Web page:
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Interest rate swap - Definition, valuation

Definition:

An interest rate swap is a financial derivative instrument in which two parties agree to exchange interest rate cash flows. It is used in order to hedge against or speculate on changes in interest rates.

Example of use of interest rate swaps:

In order to fix the future interest expenses relative to a debt (hedging of the interest rate risk), a corporate can enter into a swap: the debt is finally at fixed rate. However, if the interest rates decline, the corporate will not benefit from low rates.

Therefore, the net debt of corporate should be sufficiently fixed to secure interest expenses. However, the corporate can benefit from falling rates with a residual floating net debt.

As already mentioned, interest rate swaps can be used for speculation ends: if a bank anticipates a drop of rates, it can enter into a swap to pay floating rates and to receive fixed rates. As a consequence, if the interest rates really drop, the bank will pay less interest expenses (meanwhile, the bank will continue to receive the same fixed cash flows).

Characteristics:

In an interest rate swap traded by two parties, each counterparty agreed to pay either a fixed or floating rate to the other counterparty. The swap has two legs: one is related to the cash flows paid by the counterparty A to the counterparty B ; the other is related to the cash flows paid by the counterparty B to the counterparty A. Characteristics of an interest rate swap are the following:
Notional: this notional amount is only used for calculating the size of cash flows to be exchanged. The notional amount is not exchanged if the 2 legs have the same currency
Currency: typically, currencies are the same for both legs (for instance: euro, dollar, etc.). By trading another financial derivative instrument, the Cross Currency Swap, 2 counterparties agreed to exchange cash flows in 2 different currencies.
Trade date: this is the date at which the swap is traded.
Value date: this is the date at which the swap is really effective, that is to say the date from which cash flows are calculated.
End date: this is the maturity date of the swap.

For each leg of a swap, the following characteristics are determined:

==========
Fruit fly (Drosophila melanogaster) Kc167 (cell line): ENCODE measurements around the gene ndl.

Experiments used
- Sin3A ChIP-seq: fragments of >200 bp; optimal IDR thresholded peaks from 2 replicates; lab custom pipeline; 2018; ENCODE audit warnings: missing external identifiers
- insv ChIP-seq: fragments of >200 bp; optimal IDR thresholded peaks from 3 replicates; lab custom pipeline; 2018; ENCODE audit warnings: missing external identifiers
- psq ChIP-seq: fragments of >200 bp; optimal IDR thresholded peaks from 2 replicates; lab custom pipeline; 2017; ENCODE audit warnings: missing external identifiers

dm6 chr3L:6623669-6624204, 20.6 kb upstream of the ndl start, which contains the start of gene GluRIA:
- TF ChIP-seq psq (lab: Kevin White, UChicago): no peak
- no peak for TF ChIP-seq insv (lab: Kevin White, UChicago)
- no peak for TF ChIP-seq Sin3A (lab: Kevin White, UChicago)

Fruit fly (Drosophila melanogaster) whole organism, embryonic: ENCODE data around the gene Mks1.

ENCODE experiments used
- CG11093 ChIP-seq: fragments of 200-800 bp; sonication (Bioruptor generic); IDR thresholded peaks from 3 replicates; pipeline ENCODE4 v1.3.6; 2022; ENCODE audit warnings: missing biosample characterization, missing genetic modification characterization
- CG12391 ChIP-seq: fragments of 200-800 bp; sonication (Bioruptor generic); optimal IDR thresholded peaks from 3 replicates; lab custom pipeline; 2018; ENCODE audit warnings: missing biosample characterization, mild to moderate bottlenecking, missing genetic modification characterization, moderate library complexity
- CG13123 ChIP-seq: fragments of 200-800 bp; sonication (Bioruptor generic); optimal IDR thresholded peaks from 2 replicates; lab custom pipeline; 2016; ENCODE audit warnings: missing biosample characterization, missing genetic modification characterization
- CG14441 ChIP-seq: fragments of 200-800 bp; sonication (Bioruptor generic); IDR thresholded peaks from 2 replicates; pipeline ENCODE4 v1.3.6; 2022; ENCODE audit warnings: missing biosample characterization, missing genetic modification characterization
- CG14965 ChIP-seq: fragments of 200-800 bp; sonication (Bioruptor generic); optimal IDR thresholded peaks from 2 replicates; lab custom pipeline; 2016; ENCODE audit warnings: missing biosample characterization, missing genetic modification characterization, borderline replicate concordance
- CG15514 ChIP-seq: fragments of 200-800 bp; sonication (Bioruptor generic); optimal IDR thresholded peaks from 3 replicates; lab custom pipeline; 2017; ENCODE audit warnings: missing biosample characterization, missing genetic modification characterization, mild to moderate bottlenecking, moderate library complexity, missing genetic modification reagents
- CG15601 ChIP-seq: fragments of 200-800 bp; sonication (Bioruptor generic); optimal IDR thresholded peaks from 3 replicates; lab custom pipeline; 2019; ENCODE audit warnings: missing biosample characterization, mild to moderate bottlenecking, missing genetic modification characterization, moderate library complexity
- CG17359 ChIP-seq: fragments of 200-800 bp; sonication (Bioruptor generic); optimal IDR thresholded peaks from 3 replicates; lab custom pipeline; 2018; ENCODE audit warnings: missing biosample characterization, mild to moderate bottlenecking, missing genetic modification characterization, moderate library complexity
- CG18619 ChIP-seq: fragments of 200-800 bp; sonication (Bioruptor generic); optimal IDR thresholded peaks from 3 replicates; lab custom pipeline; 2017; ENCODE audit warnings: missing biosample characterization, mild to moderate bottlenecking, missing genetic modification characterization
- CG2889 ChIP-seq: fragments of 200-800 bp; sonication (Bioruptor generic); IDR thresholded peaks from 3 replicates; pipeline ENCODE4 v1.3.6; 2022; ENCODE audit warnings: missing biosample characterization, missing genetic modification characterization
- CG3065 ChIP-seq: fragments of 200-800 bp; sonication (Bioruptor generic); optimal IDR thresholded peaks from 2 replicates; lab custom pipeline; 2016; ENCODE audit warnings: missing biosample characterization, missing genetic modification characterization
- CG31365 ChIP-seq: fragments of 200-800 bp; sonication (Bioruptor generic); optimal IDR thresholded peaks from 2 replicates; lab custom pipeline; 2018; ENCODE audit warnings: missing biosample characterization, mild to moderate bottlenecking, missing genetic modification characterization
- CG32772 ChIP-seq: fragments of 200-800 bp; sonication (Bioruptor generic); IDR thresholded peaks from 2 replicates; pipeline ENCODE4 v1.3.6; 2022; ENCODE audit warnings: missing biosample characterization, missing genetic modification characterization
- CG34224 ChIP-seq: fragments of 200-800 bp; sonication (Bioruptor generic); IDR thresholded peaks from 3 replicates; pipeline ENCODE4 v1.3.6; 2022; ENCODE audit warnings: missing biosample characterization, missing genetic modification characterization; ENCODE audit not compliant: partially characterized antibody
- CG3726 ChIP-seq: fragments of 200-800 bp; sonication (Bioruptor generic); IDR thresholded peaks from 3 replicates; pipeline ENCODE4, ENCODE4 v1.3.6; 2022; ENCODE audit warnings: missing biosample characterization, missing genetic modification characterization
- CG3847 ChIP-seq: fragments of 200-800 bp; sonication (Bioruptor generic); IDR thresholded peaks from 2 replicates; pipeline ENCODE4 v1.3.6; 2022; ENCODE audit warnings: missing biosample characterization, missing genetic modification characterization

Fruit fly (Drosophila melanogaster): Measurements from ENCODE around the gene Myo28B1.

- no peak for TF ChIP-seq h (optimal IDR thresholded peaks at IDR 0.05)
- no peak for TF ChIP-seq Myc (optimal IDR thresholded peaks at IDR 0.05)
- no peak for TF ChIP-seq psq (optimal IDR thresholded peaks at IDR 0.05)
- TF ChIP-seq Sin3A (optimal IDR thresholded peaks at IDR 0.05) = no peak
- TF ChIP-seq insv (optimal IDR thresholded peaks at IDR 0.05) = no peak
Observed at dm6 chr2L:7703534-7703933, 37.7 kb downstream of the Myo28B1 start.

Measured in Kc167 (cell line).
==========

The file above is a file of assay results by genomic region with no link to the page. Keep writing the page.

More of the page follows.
Rate type: fixed rate or floating rate. For example, the counterparty A pays a fixed rate to B (fixed leg) and B pays a floating rate to A (floating leg).
Frequency: this is the frequency at which cash flows are paid or received (often 3 months, 6 months or 1 year). The frequency of each leg can be different.
Time basis: this is the basis on which the cash flows calculation is based. For example, it can be 30/360: in this case, we consider that a year is equivalent to 360 days and a month is equivalent to 30 days.

Interest rate swap valuation:

The valuation of an interest rate swap is based not only on its characteristics (mentioned above), but also on market data (interest rates, foreign exchange rates, etc.). This is what we usually call "Mark-to-Market". At inception date, the rate of the fixed leg is generally determined in order to calculate a valuation equal to 0 at this date. If the valuation is not equal to 0, a cash payment will occur (the counterparty for which the valuation is positive will pay the other party).

To valuation an interest rate swap, several yield curves are used:

The zero-coupon yield curve, used to calculate the discount rates of future cash flows, paid or received, fixed or floating. Cash flows of each leg have to be discounted.

The forward rate curve, used to calculate the size of the floating cash flows paid (or received). If the rate of the floating leg is 6 month Libor, this curve will inform on the level of the 6 month Libor at each fixing date (we calculate therefore the size of the cash flows). This curve can be deducted from the zero-coupon yield curve, or collect directly on a data market provider (Bloomberg, Reuters, etc.).